A wake-up call will be given at around first light and a jug of hot water will be put through the small hatch next to your wash basin. A relaxed breakfast is taken around the mopane wood campfire, enjoying the sun rise over the river. You’ll then set out on your morning safari activity, which is always a walk at Mwaleshi or a choice of walk or game drive at Takwela. Morning walks and drives usually last for around 4 hours, with a break for tea in the middle, in a shady spot. Return for a 3-course lunch before relaxing in camp, with most safari-goers opting for a well-deserved siesta. Afternoon safari activities follow tea, either a walk which ends at sundown, or, at Takwela, a game drive that continues into the early evening when nocturnal animals can be spotted. Hot bucket showers are usually taken just before dinner, but hot water can also be requested at other times.
Both Mwaleshi and Takwela can be visited on their own, in which case a minimum of 3 nights is recommended for each, but we recommend that you combine these two camps, spending over 5 or 6 nights in total up in North Luangwa. Many also combine these North Luangwa camps with Tafika and Chikoko Trails in South Luangwa.
When moving from Takwela to Mwaleshi, a good option is to walk between the two, a 9-10km saunter along the Mwaleshi river which takes around 4 hours. It’s a beautiful walk and likely to be very productive on the game front. You can also transfer between the camps by vehicle if you prefer. In both instances, you need to cross the Luangwa river by canoe first.
Bush sleep-outs or “fly-camping” is offered from Mwaleshi (at no extra cost), provided all those in camp agree to do this activity. It must be pre-booked and works best when a private group takes over the whole camp (6 required to ensure the camp booking is “private”). This is a simple, wild camp that’s erected for the night and removed the next morning, leaving no trace. You sleep on a thick camper mattress tucked beneath a rectangular mosquito net – you’ll be able to look at the stars as you drift off to sleep and will be conscious of the night calls from the surrounding bush. A fire is kept going through-out the night and watched on a rotation basis. It’s a wonderful opportunity to really get close to nature deep in the African bush in a beautiful location chosen by your guide, usually on the sandy apex of a remote bend in the Mwaleshi river. The camp is set up for you and serviced, with food prepared for you over a fire, but it is otherwise a relatively adventurous, back-to-nature experience which is always exhilarating.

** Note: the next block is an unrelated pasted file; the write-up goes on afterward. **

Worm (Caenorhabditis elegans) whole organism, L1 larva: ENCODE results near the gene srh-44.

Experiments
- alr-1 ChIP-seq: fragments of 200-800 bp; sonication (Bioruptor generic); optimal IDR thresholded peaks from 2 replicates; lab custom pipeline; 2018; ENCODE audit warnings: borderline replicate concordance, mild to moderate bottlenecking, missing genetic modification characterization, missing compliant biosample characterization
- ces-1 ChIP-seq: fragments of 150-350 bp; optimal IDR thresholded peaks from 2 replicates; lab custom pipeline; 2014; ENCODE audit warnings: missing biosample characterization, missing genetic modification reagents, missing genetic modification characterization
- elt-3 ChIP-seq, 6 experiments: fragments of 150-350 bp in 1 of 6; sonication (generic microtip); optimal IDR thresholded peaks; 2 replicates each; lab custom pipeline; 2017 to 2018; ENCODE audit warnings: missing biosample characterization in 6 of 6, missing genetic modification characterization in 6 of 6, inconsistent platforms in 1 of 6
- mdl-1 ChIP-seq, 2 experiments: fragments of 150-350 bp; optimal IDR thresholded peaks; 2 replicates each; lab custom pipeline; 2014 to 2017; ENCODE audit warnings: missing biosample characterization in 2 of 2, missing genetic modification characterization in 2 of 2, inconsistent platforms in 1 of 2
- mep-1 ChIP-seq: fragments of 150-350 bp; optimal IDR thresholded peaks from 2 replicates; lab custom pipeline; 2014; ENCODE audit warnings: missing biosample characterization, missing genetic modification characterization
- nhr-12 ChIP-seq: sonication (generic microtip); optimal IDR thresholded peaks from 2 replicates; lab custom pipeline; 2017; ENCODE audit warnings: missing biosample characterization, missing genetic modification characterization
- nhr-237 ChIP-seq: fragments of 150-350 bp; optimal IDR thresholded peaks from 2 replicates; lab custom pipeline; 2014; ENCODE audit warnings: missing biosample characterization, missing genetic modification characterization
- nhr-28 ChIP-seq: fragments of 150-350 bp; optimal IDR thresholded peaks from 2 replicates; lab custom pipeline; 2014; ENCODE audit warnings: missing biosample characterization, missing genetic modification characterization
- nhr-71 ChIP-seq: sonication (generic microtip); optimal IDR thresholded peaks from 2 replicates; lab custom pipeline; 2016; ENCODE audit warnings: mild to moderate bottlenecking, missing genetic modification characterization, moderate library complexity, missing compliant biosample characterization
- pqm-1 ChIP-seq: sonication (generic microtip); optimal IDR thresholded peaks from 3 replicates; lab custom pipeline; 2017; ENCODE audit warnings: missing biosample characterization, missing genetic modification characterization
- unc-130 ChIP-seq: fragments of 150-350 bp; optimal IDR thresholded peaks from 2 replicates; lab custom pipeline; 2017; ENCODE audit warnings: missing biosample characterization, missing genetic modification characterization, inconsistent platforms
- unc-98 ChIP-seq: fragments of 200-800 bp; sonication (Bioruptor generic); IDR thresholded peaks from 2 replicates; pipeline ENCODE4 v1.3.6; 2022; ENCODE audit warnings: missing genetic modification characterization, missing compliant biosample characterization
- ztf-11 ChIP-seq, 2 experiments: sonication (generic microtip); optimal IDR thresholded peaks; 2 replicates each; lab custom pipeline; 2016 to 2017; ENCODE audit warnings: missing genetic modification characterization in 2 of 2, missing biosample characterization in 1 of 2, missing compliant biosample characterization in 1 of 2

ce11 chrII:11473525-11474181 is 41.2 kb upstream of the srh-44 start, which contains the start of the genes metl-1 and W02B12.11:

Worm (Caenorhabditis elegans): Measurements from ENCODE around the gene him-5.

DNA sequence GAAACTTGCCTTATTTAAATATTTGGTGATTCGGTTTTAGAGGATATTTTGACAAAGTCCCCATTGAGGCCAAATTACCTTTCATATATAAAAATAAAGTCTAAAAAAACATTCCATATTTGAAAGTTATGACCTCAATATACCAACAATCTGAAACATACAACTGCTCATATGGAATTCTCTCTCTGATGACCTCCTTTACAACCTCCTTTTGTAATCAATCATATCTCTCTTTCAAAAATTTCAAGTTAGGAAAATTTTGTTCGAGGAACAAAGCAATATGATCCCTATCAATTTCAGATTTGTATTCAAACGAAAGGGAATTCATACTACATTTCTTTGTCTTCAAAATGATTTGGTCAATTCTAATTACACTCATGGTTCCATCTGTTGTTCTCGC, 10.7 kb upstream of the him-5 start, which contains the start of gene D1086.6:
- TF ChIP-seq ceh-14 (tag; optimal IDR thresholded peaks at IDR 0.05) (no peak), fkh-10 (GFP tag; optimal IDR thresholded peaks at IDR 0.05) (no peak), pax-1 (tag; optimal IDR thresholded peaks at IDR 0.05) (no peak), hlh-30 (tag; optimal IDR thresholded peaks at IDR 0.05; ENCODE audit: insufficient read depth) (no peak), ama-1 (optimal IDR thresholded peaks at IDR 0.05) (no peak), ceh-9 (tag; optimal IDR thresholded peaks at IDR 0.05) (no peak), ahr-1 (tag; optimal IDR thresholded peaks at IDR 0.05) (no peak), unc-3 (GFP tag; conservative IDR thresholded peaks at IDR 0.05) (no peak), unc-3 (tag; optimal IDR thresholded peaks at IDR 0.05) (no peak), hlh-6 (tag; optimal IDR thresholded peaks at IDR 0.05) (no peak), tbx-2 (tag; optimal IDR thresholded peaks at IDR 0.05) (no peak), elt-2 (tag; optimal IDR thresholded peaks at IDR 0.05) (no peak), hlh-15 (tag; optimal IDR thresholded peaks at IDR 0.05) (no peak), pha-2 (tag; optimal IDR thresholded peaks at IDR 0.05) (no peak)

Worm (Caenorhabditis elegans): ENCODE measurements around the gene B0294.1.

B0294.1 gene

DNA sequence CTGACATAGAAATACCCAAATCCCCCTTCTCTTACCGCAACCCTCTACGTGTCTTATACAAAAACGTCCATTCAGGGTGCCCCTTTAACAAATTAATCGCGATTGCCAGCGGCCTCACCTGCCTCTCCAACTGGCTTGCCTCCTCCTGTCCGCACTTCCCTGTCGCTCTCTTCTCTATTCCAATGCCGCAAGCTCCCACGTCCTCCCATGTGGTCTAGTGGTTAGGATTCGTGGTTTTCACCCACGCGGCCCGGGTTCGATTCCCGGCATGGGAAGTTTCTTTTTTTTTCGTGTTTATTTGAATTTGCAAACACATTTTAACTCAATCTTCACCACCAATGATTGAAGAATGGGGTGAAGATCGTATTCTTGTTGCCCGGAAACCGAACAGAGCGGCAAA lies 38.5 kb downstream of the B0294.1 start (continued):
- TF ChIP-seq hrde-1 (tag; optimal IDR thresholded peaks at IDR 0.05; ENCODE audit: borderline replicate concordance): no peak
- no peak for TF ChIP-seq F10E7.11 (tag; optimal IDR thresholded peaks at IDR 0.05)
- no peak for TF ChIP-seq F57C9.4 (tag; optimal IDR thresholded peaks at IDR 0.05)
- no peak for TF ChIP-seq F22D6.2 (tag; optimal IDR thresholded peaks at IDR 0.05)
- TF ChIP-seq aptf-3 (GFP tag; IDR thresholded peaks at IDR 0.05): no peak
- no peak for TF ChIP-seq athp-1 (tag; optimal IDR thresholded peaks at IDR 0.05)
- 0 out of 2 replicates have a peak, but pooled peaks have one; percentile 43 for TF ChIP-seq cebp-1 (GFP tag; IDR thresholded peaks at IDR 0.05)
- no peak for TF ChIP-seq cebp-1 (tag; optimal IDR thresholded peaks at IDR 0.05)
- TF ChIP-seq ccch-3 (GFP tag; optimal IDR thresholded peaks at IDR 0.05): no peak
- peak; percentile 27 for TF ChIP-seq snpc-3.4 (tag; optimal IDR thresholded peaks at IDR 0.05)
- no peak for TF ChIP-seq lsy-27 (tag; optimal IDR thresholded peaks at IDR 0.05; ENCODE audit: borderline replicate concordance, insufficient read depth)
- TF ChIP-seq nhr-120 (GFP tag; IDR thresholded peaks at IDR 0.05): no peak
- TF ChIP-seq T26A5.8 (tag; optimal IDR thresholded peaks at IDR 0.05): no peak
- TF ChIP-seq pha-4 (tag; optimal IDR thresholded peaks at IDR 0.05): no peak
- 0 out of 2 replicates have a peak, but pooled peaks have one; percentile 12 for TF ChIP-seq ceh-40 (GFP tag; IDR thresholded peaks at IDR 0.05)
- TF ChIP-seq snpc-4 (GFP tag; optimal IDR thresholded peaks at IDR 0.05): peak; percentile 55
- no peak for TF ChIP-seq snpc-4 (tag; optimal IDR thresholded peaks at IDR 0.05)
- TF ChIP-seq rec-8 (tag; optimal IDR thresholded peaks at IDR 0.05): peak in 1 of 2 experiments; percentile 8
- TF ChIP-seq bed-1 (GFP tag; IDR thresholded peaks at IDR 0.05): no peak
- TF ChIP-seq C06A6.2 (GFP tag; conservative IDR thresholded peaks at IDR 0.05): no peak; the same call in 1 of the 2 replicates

A plan is in the pipeline to offer fly-camping to those moving between Takwela and Mwaleshi, but this will depend upon how bookings grow for the two camps now that Takwela has opened. An additional guide will be required in order to be able to offer this opportunity – watch this space or ask us about this.
Mwaleshi and Takwela Camps are seasonally operated between 15th June and 31st October. June and July are cooler, which generally means that you can walk for a bit longer and the air is clearer (you can see the Muchinga escarpment in the distance). At the start of the dry season game is usually more spread out as water can still be found across the reserve in waterholes and lagoons, but further into the dry season, animals become increasingly more reliant on the rivers for water. August and September are considered the prime months for seeing wildlife. October is also very good, but it gets very hot.